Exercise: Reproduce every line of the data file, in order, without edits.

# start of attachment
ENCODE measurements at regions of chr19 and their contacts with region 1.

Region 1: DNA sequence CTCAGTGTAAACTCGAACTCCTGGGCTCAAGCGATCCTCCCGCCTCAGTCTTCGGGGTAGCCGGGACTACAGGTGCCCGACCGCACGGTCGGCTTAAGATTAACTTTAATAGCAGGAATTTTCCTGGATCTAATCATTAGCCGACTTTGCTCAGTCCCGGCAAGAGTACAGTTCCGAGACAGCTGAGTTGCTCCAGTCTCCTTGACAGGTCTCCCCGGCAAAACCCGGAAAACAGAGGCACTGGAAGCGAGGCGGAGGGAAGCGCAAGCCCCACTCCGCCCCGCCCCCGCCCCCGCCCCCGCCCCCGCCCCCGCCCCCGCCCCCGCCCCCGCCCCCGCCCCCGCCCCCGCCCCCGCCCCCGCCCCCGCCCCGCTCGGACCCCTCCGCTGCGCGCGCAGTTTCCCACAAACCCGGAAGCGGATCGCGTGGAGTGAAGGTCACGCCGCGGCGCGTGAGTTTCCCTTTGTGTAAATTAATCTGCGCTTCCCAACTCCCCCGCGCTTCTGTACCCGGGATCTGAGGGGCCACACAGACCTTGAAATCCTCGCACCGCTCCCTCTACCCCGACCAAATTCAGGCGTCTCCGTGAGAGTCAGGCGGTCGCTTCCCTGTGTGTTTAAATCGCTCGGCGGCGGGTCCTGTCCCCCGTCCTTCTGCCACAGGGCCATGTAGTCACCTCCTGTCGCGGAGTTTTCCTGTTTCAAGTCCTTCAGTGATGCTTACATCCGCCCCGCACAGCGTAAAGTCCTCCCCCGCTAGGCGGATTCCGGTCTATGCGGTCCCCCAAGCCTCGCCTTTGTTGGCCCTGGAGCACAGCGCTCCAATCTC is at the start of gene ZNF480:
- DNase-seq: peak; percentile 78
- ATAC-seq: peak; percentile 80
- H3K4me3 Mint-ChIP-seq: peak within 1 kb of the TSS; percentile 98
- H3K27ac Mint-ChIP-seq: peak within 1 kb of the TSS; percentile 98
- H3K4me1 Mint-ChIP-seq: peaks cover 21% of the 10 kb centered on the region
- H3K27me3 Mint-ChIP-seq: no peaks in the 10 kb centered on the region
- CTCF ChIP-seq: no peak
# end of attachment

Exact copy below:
ENCODE measurements at regions of chr19 and their contacts with region 1.

Region 1: DNA sequence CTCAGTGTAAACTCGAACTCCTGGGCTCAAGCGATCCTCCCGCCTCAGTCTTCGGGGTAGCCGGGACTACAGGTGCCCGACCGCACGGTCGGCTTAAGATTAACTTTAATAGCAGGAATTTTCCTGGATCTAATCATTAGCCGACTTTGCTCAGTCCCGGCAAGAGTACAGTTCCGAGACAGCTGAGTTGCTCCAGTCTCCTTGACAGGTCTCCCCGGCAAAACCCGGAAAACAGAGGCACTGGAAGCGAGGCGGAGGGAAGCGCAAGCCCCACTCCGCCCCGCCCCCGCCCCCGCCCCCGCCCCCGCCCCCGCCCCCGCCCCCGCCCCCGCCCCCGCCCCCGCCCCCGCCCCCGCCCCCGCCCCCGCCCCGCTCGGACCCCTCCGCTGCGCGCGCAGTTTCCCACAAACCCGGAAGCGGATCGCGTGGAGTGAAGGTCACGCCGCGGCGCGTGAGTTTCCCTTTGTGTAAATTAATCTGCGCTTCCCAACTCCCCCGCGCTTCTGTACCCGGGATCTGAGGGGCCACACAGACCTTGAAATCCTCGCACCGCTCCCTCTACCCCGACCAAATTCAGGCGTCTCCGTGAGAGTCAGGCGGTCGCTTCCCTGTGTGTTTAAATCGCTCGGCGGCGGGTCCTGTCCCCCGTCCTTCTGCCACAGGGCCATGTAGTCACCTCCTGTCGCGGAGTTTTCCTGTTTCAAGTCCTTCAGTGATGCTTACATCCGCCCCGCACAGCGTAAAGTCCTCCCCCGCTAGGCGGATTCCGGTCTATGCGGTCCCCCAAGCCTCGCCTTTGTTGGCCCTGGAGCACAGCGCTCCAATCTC is at the start of gene ZNF480:
- DNase-seq: peak; percentile 78
- ATAC-seq: peak; percentile 80
- H3K4me3 Mint-ChIP-seq: peak within 1 kb of the TSS; percentile 98
- H3K27ac Mint-ChIP-seq: peak within 1 kb of the TSS; percentile 98
- H3K4me1 Mint-ChIP-seq: peaks cover 21% of the 10 kb centered on the region
- H3K27me3 Mint-ChIP-seq: no peaks in the 10 kb centered on the region
- CTCF ChIP-seq: no peak